April 4 – July 27, 2014 The Art of Survival- Ending the Turmoil of Tule Lake
The Art of Survival – Ending the Turmoil of Tule Lake
An exploration of the only Japanese American Segregation Center of WWII
Featuring the fine art photography of Hiroshi Watanabe
About The Exhibition – Art of Survival: Enduring the Turmoil of Tule Lake is a traveling exhibition probing the complexity of the Japanese American confinement site in Newell, California. It became the only officially designated segregation center during WWII and was ruled under martial law. Called Tule Lake, this location was the largest of the 10 confinement sites and, because anyone deemed a troublemaker by the federal government was relocated to Tule Lake, it ultimately housed people from all sites. Many of the people who were brought in under segregation were people who knew their rights had been egregiously undermined and were willing to stand up to the injustice. Accused of being disloyal, in their dissent, they were ironically acting in the most American way. The incarceration of 120,000 people of Japanese descent, most citizens of this nation, was a travesty; Tule Lake was exponentially disturbing.
Through haunting images of artifacts by fine art photographer Hiroshi Watanabe we glimpse into the lives of those who were held at Tule Lake and are encouraged to consider both the orchestration of life behind barbed wire and what it might have been like to live with constant turmoil and uncertainty. Oral histories allow us to hear varying views on some of the complex issues of Tule Lake in the voices of those held captive. And the art created both then and now, made from seemingly insignificant objects, beckons humility and connection.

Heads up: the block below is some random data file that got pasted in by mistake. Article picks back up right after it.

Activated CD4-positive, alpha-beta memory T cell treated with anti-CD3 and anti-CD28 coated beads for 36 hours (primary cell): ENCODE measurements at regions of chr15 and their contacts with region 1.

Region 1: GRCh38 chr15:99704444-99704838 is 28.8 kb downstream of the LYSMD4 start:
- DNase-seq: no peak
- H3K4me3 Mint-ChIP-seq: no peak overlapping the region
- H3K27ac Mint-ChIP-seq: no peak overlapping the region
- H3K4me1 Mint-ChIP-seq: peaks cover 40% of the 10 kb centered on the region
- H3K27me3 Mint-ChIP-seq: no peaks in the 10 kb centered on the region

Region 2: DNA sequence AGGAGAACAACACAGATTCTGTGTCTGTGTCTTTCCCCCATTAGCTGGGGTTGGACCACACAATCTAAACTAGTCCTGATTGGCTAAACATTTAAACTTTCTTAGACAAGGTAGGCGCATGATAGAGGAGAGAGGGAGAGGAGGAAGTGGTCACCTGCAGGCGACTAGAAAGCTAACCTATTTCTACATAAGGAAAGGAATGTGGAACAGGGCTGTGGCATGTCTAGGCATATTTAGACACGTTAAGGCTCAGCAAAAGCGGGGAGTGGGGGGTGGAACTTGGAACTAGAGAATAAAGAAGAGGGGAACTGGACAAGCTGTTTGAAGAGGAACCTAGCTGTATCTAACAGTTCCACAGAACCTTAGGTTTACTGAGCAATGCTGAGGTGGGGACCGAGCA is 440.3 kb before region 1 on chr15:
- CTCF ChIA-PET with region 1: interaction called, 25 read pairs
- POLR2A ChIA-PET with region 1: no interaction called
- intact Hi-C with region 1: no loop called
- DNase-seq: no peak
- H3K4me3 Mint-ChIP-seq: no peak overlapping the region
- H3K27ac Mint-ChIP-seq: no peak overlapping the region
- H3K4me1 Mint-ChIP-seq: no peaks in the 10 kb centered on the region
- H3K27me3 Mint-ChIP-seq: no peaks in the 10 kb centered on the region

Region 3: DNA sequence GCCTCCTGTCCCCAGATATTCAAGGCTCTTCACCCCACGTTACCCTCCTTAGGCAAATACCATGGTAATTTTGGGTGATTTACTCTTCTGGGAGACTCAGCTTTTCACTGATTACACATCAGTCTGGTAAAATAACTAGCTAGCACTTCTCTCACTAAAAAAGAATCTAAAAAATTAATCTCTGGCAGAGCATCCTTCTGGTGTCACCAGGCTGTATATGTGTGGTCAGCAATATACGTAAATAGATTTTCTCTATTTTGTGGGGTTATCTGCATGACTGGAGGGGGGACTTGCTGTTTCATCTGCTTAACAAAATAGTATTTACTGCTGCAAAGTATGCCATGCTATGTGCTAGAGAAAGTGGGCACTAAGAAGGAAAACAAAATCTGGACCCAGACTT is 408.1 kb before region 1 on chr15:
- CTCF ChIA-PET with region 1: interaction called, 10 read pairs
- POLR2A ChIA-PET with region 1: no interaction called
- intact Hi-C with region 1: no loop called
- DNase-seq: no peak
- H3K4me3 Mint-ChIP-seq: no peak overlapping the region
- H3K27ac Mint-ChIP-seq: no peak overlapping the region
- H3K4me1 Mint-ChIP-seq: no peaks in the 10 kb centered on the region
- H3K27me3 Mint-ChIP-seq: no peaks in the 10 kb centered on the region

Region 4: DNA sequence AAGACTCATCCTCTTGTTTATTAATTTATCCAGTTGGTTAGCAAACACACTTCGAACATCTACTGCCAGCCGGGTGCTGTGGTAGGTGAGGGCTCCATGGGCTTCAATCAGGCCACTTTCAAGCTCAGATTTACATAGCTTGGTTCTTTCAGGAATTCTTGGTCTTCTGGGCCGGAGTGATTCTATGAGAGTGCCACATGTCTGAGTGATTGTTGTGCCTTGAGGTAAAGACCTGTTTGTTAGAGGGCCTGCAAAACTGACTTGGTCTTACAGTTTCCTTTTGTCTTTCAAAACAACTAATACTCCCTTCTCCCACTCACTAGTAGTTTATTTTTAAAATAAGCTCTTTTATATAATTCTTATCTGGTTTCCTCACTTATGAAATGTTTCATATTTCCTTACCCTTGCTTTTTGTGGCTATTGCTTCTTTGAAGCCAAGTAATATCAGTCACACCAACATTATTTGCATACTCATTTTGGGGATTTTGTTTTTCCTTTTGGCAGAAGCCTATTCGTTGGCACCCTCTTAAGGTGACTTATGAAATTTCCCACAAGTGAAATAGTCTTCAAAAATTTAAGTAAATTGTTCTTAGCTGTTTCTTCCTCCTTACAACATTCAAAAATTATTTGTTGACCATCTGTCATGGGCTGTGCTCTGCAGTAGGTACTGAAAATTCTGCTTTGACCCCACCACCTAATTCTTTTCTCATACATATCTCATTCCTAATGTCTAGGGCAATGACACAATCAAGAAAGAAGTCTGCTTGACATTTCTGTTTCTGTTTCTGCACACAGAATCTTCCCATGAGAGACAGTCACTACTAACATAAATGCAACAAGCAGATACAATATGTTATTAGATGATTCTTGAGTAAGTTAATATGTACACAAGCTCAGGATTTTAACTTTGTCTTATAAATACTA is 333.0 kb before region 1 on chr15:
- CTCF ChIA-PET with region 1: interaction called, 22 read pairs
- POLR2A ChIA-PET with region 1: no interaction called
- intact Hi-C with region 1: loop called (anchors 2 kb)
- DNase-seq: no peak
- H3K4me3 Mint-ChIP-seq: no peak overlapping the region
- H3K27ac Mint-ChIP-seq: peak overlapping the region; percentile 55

There is no one story of Tule Lake. As many people as there were involved with Tule Lake reflect how many stories there are to be told. We invite you to participate in this exhibit, ponder the questions that will undoubtedly arise, and see how the story affects your own life. It is a beautiful and thought provoking presentation.
The Art of Survival has been made in cooperation with The Tule Lake Unit, WWII Valor in the Pacific National Monument, the National Park Service and the U.S. Fish and Wildlife Service, and is funded by a Japanese American Confinement Sites grant.
The exhibition makes its debut at the Favell Museum in Klamath Falls, Oregon, April 4 – July 27, 2014. It will then travel for a minimum of two years. For information on hosting the exhibition please go to hosting on our website (artofsurvival.org) or contact Lexie Smith Kleibe at Exhibit Envoy (firstname.lastname@example.org).
For more information on this project and Tule Lake Segregation Center, please go to artofsurvival.org